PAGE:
179. God is Laughing (Kami-sama, warōte gozaru)
Once Iye Murata had palpitation of the heart. It became so severe that it troubled her a great deal. So she asked Oyasama for instructions. Oyasama told her:
“Your palpitation of the heart is God laughing. God is saying that you do not understand the divine will.”
Anecdotes of Oyasama, p. 142
The Japanese verb “warau” can both mean “laugh” or “smile.” But I must admit I can’t see how a palpitation of the heart can ever be considered amusing in the least by the person suffering from it.
Despite whether the instruction attributed to Oyasama in Anecdotes 179 has any veracity at all (never mind that the veracity of such a notion can never be ultimately resolved in any objective sense), expressing the idea that a “palpitation of the heart is God laughing” can easily descend into a kind of religiously-inspired harassment. So it may be worthy to note here that the manner Oyasama expresses this in the original Japanese has a particular “softness” that may not be easily rendered into English.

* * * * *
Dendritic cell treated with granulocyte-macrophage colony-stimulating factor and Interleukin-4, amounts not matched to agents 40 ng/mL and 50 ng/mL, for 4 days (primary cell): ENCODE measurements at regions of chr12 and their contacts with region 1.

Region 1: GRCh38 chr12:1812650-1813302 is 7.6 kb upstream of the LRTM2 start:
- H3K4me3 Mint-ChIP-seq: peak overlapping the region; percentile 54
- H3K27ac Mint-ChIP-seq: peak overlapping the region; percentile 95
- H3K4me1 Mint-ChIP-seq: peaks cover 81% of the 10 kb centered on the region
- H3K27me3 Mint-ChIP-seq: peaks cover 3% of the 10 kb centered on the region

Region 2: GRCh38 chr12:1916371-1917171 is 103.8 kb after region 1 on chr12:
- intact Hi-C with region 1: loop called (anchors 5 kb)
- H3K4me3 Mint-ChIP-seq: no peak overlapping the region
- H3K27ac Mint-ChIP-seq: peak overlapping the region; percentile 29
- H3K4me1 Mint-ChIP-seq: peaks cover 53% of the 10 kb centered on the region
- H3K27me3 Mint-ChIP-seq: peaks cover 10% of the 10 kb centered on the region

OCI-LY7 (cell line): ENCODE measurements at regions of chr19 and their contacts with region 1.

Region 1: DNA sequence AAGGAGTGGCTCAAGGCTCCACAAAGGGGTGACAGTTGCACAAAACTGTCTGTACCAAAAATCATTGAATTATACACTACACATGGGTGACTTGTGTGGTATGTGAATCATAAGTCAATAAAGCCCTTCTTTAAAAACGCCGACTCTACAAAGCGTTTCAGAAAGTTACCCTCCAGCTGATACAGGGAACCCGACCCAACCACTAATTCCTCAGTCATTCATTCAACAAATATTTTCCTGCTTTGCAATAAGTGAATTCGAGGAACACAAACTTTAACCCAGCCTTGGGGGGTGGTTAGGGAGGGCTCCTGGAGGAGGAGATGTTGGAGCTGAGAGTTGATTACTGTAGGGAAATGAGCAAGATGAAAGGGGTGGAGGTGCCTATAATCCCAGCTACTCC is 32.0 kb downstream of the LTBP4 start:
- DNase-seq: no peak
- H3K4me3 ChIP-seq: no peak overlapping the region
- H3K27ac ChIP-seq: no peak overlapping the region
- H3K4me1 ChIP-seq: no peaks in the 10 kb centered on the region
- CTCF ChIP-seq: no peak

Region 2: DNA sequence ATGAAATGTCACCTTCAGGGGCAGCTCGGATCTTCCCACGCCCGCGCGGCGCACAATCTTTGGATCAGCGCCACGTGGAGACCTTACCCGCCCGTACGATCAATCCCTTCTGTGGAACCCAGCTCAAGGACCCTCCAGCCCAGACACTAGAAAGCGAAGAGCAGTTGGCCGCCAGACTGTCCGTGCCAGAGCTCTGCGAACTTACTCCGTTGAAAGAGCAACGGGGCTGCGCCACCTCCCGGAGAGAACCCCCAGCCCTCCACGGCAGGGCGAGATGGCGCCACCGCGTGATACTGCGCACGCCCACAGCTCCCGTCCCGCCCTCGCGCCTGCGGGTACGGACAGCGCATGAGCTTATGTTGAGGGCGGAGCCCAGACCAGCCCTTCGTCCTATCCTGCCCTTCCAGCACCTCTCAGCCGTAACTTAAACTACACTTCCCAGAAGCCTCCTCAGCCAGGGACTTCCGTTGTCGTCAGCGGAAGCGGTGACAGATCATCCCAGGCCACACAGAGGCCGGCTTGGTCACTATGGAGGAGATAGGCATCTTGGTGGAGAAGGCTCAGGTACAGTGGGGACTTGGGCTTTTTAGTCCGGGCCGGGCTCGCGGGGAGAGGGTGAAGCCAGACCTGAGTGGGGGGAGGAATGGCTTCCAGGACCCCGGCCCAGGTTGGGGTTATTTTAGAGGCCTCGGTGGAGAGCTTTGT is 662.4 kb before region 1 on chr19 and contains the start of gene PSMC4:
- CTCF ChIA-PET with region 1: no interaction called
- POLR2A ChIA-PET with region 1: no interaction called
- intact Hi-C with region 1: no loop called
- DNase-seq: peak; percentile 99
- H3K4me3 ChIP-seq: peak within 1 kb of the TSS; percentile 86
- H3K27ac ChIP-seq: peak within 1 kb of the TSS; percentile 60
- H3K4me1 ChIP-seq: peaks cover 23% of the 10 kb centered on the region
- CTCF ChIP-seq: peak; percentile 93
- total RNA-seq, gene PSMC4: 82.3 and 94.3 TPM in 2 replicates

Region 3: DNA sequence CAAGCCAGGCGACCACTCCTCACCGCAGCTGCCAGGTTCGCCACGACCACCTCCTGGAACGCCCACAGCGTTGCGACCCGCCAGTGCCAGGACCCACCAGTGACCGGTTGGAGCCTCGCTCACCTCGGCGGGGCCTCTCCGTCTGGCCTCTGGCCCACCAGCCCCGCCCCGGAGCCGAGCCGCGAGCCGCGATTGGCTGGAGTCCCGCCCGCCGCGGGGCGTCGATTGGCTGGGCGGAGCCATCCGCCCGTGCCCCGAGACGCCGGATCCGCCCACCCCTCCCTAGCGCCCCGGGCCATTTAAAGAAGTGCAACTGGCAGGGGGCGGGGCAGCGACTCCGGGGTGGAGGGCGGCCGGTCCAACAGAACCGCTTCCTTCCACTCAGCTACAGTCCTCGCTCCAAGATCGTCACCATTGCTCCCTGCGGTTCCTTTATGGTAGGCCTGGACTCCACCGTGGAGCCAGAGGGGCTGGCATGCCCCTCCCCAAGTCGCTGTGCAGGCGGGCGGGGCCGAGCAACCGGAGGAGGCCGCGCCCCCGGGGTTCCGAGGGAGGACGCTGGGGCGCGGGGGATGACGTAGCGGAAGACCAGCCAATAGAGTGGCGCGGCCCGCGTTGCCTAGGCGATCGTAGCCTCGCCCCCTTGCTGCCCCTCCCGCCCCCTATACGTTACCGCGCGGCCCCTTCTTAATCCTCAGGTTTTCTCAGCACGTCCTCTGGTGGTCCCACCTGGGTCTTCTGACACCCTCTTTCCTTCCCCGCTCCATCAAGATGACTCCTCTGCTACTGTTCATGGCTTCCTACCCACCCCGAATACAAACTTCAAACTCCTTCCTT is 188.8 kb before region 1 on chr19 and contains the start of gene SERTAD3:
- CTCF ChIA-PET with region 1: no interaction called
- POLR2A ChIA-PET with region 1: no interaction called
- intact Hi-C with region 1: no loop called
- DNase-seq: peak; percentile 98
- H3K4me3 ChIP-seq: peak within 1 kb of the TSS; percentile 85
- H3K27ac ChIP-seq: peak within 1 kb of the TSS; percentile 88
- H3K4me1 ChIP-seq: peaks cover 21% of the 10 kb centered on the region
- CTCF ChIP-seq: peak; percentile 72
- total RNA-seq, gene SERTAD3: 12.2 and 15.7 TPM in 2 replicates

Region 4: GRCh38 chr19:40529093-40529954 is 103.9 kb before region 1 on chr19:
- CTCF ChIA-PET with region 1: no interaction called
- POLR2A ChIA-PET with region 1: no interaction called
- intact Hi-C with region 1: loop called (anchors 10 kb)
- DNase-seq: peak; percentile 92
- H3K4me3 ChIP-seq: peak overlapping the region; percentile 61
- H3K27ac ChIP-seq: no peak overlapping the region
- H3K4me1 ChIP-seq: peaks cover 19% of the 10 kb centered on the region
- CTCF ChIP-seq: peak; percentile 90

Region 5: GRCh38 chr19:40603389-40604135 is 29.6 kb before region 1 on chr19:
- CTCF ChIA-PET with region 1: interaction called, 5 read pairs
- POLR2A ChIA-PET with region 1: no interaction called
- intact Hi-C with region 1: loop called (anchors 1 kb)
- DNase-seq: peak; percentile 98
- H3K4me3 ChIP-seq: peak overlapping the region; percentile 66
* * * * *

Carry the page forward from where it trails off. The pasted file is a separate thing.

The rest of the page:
Nevertheless, although details are lacking, it may also be beneficial to take the context into account. It may be useful to keep in mind that Murata Ie had been a follower for quite some time, from as far back as 1862. Although she may not be as famous as other women in Tenrikyo history, she has already appeared in various selections from Anecdotes (50, 51, 89, 162, in addition to a very brief mention in 44).
The Tenrikyo jiten describes how she and her husband Koemon overcame ridicule from fellow villagers and opposition from relatives in how they regularly packed lunches when they went to the Residence to learn from Oyasama and help out in various ways (p. 879).
It is presumed that Murata Ie must have long taken for granted that the source of any physical disorder came from the mind (i.e., as written in Song Ten) and that anyone who requested instructions from Oyasama for an illness at that time would have likely been told something similar to what Oyasama is quoted as saying in Anecdotes 179.
Finally, although Anecdotes 179 is ultimately silent on the matter, it is also presumed that Ie was cured of her disorder. It may be noted how it reads that Ie once (Jpn: aru toki) had a palpitation of the heart. The author of this selection may have overlooked this important detail or may have felt that it was superfluous to mention this.
It is possible that Ie’s palpitations were psychosomatic. By the suggestion that Ie needed to put more effort to “understanding the divine will,” Oyasama may have helped her on the road to recovery by turning her attention away from the disorder that troubled her.
Tenri Daigaku Oyasato Kenkyūsho, ed. 1997. Kaitei Tenrikyō jiten. Tenri: Tenrikyō Dōyūsha,
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